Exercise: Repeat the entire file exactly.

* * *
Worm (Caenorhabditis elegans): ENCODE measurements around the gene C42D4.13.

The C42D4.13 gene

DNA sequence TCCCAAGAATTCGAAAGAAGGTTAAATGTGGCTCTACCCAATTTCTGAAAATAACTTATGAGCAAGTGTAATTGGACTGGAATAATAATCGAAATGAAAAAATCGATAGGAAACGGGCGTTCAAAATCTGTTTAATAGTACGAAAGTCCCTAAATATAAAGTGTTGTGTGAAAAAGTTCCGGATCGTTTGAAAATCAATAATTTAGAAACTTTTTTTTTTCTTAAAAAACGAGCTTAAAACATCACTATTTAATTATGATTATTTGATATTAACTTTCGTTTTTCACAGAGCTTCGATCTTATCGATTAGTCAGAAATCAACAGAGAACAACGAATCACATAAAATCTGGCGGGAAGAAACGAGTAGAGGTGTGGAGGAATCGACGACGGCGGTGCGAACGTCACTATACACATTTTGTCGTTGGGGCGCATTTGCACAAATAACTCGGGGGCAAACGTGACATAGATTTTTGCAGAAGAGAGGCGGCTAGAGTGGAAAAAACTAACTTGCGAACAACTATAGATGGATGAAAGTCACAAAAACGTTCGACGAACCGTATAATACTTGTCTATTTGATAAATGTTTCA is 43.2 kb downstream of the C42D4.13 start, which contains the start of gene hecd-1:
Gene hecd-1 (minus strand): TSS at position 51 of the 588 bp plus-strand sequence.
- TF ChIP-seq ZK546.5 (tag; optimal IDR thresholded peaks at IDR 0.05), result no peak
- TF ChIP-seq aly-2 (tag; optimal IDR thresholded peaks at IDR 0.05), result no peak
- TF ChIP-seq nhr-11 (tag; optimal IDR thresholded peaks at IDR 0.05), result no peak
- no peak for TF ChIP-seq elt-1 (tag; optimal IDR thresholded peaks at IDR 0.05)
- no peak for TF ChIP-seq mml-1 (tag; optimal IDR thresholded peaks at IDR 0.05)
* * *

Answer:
Worm (Caenorhabditis elegans): ENCODE measurements around the gene C42D4.13.

The C42D4.13 gene

DNA sequence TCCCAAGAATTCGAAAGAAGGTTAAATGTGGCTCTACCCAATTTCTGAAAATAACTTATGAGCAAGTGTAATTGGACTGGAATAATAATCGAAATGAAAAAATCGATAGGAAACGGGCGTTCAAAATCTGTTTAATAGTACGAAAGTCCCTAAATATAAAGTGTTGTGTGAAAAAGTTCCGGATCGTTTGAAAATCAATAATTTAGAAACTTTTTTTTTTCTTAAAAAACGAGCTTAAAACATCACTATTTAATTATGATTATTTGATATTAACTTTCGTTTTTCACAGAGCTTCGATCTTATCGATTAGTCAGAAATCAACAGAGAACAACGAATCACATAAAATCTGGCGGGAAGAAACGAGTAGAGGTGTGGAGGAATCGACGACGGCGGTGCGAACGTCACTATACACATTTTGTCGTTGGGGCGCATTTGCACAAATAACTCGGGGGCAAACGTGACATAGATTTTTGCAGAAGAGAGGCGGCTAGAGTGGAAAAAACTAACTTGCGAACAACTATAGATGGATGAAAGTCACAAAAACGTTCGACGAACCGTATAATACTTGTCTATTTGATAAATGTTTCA is 43.2 kb downstream of the C42D4.13 start, which contains the start of gene hecd-1:
Gene hecd-1 (minus strand): TSS at position 51 of the 588 bp plus-strand sequence.
- TF ChIP-seq ZK546.5 (tag; optimal IDR thresholded peaks at IDR 0.05), result no peak
- TF ChIP-seq aly-2 (tag; optimal IDR thresholded peaks at IDR 0.05), result no peak
- TF ChIP-seq nhr-11 (tag; optimal IDR thresholded peaks at IDR 0.05), result no peak
- no peak for TF ChIP-seq elt-1 (tag; optimal IDR thresholded peaks at IDR 0.05)
- no peak for TF ChIP-seq mml-1 (tag; optimal IDR thresholded peaks at IDR 0.05)